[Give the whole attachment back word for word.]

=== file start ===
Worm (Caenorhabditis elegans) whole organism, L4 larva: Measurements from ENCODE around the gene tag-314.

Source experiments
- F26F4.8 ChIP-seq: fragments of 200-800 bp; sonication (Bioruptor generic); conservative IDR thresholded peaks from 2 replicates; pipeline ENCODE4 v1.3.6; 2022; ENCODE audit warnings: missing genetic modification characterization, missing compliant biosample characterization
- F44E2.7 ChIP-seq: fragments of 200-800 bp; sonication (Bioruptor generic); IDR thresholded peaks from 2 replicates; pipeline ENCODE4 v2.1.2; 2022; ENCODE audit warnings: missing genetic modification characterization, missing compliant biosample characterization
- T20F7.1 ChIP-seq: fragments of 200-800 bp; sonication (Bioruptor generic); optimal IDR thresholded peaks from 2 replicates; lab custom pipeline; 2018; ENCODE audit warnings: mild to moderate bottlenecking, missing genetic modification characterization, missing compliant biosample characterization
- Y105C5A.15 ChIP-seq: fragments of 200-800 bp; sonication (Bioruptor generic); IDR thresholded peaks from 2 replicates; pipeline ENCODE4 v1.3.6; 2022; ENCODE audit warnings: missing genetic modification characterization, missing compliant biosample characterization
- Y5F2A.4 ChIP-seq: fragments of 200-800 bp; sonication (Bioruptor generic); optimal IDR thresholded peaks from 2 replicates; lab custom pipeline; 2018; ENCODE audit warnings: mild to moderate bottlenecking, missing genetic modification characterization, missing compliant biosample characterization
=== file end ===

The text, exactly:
Worm (Caenorhabditis elegans) whole organism, L4 larva: Measurements from ENCODE around the gene tag-314.

Source experiments
- F26F4.8 ChIP-seq: fragments of 200-800 bp; sonication (Bioruptor generic); conservative IDR thresholded peaks from 2 replicates; pipeline ENCODE4 v1.3.6; 2022; ENCODE audit warnings: missing genetic modification characterization, missing compliant biosample characterization
- F44E2.7 ChIP-seq: fragments of 200-800 bp; sonication (Bioruptor generic); IDR thresholded peaks from 2 replicates; pipeline ENCODE4 v2.1.2; 2022; ENCODE audit warnings: missing genetic modification characterization, missing compliant biosample characterization
- T20F7.1 ChIP-seq: fragments of 200-800 bp; sonication (Bioruptor generic); optimal IDR thresholded peaks from 2 replicates; lab custom pipeline; 2018; ENCODE audit warnings: mild to moderate bottlenecking, missing genetic modification characterization, missing compliant biosample characterization
- Y105C5A.15 ChIP-seq: fragments of 200-800 bp; sonication (Bioruptor generic); IDR thresholded peaks from 2 replicates; pipeline ENCODE4 v1.3.6; 2022; ENCODE audit warnings: missing genetic modification characterization, missing compliant biosample characterization
- Y5F2A.4 ChIP-seq: fragments of 200-800 bp; sonication (Bioruptor generic); optimal IDR thresholded peaks from 2 replicates; lab custom pipeline; 2018; ENCODE audit warnings: mild to moderate bottlenecking, missing genetic modification characterization, missing compliant biosample characterization